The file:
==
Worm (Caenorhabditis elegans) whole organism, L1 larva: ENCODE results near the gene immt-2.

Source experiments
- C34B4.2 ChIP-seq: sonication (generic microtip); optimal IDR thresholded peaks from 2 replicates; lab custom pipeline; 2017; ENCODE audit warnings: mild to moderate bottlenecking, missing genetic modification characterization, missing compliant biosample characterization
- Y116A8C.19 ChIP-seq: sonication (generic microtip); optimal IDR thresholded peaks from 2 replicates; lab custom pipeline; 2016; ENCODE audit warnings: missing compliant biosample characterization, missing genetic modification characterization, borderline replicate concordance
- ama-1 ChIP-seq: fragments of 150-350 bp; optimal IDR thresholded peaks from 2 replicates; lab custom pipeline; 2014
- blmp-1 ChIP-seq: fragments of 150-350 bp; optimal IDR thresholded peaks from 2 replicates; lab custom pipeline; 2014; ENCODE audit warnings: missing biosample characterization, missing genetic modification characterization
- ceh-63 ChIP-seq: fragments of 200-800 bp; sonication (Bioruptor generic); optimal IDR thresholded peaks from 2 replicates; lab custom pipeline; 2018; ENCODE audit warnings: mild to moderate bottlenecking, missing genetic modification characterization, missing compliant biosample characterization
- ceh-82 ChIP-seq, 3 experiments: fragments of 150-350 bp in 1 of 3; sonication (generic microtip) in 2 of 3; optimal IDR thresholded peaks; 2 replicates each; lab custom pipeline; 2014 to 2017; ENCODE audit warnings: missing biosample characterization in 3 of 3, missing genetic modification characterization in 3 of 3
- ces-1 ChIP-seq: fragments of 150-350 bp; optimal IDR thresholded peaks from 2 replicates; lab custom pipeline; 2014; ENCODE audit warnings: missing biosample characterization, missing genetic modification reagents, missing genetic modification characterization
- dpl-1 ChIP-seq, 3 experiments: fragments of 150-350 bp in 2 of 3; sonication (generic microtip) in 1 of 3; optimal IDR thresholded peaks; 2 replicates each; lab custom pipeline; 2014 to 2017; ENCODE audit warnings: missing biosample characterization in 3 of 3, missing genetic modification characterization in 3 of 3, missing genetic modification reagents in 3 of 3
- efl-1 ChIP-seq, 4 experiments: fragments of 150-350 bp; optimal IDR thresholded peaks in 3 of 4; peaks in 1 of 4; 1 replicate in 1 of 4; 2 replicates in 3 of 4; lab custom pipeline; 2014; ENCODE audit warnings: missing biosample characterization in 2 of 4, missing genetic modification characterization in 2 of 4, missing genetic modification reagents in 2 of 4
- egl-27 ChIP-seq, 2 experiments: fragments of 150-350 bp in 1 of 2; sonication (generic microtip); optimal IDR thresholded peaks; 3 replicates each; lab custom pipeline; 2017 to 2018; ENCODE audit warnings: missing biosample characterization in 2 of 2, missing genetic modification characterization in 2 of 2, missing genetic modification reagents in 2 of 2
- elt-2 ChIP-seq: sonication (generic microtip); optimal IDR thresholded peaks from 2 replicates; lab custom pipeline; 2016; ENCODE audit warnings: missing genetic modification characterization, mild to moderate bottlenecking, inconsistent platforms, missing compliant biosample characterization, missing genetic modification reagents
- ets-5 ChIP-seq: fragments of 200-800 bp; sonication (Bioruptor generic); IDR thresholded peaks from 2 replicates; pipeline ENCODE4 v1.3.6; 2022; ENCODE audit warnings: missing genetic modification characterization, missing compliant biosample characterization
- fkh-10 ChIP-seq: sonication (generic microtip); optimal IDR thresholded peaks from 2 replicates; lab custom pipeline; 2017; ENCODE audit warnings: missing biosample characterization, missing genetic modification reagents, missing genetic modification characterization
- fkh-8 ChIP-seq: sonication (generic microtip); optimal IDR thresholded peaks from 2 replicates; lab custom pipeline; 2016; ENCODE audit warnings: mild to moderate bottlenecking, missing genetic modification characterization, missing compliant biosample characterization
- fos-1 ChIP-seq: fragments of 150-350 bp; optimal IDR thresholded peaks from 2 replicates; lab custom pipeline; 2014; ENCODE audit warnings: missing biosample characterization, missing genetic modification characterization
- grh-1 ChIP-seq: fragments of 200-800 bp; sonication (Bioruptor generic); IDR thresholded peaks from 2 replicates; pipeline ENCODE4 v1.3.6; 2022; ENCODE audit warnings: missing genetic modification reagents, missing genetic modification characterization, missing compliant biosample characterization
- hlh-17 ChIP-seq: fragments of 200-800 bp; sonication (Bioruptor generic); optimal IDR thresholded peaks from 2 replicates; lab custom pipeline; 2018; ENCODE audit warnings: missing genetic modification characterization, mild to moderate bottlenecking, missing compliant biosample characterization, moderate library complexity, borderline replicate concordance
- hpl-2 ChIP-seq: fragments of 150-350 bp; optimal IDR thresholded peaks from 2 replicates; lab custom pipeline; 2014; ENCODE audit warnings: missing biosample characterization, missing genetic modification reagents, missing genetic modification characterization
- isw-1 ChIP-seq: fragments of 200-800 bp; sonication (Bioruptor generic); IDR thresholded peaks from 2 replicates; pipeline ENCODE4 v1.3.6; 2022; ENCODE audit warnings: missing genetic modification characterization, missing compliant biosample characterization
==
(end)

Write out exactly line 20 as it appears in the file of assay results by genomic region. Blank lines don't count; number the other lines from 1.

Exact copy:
- hpl-2 ChIP-seq: fragments of 150-350 bp; optimal IDR thresholded peaks from 2 replicates; lab custom pipeline; 2014; ENCODE audit warnings: missing biosample characterization, missing genetic modification reagents, missing genetic modification characterization